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Sometimes things happen that drastically alter the course of your life, and here was mine. My dad was a digger who was not home a lot of the time, and the times he was home, he was sleeping. I was three years old at the time when my dad had his job. It was very dangerous and many catastrophes had happened due to flooding. He had worked with a mining machine, but that was also very dangerous, one slip up on that could cost him his life. When he was not working or sleeping, sometimes he would go out with his friends and ride dirt bikes on a track. Meanwhile, my mother and I would go to all sorts of places like Target, the park, and the mall.

It was a normal day and it was a break day for my dad. This time my mom had a bad feeling about it and asked my dad to please stay home, but he went anyway. We were watching TV on the couch when my mom got a call from my dad. “I got in an accident!” he exclaimed on the phone. My mom was worried, but we did not realize how bad it was until he called us back saying, “It was worse than I thought.” My stomach got tense. It turned out that his bones were crushed into tiny pieces and he had to get surgery on his leg. He got his leg removed and got a prosthetic to replace it, but luckily he did not feel the pain until the next day. By then my little brother was born so my mom became a single mom for about a year.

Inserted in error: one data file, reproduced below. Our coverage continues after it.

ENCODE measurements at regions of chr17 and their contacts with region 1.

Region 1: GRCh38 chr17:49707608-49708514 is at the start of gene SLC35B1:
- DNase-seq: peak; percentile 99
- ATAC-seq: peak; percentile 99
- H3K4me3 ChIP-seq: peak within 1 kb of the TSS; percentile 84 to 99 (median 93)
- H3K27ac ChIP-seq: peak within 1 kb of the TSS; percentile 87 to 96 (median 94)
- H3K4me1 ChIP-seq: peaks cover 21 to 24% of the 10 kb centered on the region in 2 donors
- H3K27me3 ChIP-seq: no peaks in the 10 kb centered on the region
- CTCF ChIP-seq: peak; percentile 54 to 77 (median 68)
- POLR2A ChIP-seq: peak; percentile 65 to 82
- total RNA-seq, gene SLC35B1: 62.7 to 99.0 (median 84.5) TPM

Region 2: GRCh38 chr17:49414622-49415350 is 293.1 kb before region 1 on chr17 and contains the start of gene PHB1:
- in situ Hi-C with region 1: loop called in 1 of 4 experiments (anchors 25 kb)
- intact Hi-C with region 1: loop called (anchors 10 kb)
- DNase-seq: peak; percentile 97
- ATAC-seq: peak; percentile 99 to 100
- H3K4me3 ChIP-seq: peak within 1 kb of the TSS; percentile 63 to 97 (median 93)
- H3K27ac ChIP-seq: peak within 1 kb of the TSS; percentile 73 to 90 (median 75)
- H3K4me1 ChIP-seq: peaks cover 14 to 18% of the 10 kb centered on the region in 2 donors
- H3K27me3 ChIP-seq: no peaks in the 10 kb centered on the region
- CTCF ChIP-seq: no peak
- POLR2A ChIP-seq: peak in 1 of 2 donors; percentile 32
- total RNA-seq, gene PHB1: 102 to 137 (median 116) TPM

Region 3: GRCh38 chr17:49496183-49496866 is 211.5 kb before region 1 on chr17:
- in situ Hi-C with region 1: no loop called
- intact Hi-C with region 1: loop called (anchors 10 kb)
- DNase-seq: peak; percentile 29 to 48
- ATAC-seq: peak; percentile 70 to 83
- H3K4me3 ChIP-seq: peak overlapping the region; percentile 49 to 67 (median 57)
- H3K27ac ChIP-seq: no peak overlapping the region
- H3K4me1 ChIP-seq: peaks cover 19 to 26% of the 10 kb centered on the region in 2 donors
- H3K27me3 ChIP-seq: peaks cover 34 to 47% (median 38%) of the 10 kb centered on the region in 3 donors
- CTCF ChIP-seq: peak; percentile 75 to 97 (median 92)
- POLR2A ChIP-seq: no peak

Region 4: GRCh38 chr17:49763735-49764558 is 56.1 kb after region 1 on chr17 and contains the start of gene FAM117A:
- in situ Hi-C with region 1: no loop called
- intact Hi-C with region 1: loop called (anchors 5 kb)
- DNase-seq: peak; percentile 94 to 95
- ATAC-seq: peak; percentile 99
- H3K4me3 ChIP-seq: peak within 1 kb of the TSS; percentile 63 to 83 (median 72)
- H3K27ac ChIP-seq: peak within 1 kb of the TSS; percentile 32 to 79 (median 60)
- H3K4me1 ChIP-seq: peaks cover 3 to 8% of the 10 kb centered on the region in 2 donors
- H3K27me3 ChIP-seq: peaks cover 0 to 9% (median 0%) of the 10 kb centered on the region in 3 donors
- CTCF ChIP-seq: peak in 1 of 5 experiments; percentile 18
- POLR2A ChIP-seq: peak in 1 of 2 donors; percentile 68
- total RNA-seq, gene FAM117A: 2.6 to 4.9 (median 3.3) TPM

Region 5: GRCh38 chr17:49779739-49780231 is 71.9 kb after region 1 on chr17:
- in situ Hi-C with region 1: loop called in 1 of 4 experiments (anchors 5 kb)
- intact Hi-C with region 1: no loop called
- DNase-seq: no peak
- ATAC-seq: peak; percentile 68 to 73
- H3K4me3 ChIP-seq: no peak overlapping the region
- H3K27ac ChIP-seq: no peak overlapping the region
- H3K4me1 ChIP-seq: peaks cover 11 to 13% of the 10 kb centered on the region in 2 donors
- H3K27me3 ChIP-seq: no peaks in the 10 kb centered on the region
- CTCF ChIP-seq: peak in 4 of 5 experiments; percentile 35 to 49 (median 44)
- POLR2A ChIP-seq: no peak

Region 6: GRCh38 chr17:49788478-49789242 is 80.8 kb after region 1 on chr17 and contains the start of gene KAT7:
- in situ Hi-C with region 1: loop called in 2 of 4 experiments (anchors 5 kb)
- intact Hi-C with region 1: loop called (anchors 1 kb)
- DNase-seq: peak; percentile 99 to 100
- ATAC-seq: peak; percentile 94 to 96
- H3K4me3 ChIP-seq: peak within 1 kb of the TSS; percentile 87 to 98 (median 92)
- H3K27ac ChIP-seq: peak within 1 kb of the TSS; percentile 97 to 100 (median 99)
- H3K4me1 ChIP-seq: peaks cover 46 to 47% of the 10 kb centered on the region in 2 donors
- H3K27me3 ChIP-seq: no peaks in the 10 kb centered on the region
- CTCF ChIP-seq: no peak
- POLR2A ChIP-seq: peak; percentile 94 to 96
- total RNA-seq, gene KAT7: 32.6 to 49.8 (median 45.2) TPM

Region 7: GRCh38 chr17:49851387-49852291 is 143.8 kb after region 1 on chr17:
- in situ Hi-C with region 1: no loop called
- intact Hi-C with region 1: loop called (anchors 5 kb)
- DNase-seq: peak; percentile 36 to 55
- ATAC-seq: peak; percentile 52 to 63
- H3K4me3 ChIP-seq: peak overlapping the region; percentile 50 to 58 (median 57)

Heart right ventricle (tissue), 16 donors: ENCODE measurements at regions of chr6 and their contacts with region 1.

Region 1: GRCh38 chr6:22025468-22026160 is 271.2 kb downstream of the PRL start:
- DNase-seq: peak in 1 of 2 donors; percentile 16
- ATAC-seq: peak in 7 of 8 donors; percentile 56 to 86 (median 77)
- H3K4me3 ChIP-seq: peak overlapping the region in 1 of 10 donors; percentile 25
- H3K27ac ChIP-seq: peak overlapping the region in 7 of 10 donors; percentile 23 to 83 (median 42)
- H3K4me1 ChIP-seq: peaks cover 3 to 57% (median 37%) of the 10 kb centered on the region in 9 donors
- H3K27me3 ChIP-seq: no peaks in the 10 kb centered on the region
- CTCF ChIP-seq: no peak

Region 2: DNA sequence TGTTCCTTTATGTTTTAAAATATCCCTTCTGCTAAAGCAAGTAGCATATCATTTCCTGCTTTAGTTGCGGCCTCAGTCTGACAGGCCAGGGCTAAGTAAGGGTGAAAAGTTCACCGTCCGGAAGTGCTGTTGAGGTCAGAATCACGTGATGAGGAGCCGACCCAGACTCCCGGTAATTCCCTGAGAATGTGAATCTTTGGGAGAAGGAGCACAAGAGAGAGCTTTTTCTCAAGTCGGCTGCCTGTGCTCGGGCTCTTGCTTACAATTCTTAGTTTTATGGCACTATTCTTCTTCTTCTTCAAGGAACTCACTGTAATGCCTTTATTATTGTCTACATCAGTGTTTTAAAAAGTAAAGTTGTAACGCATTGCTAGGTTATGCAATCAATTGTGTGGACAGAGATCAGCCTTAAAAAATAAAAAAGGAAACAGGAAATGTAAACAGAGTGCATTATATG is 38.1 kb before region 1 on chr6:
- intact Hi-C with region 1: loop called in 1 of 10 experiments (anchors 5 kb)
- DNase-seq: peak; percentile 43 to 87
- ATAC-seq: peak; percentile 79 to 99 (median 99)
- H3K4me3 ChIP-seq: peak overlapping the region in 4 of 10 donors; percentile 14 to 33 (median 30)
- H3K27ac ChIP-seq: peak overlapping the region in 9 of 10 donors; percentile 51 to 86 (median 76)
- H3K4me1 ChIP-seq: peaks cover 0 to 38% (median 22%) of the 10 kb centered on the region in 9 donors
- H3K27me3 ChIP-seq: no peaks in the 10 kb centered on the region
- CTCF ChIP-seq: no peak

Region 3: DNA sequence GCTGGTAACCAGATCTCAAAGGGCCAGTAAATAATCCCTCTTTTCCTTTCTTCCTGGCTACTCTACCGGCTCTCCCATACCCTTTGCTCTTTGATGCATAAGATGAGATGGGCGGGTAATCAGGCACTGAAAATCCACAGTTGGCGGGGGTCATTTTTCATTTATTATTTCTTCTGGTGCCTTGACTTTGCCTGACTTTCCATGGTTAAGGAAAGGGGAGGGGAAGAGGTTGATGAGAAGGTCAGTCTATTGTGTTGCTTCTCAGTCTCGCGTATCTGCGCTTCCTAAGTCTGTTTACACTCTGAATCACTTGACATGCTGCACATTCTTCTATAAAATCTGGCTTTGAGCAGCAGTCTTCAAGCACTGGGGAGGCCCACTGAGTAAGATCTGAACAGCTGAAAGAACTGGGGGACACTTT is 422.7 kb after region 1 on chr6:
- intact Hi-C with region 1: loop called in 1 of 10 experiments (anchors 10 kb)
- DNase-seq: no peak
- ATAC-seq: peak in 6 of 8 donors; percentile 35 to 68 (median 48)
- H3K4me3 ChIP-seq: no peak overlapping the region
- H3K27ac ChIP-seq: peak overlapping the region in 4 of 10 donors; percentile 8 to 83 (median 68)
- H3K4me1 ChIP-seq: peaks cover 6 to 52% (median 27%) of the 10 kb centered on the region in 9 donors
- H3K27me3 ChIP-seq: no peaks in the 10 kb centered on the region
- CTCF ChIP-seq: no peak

When my dad was released from the hospital, he quit his job and was in bed most of the time. Now, seven years later, he is unemployed and still gets paid for the hard work that he has done. His only job now is to work at the house and take care of us. I try to help him when he is in pain by taking care of my baby sister, Lynsey, getting him things to help him feel better, and sometimes doing his priorities for him. He is no longer allowed to ride his dirt bike, but he bought a motorcycle that runs on a lawnmower.

Because of the pain he is in, he gets angry and grumpy most of the time. But even when he is in pain and is tired, he is willing to help us and do things for us, which I can imagine must be hard for him. He cooks for us, he plays with us, brings us places, and no matter how many times I ask him to go home because he is in pain, he pushes through his pain and stays out. I am amazed at how he does it, but he does it.

My dad always says, “You need to work hard and push through your problems.” What he has taught me is that what it means to be American is to get back up when you’re knocked down, no matter how hard it hits you, and push it to the past. All I have to say is thank you for all your hard work and thank you for teaching me what it means to be American. I hope one day I can be like you.

© Mason Giblin. All rights reserved. If you are interested in quoting this story, contact the national team and we can put you in touch with the author’s teacher.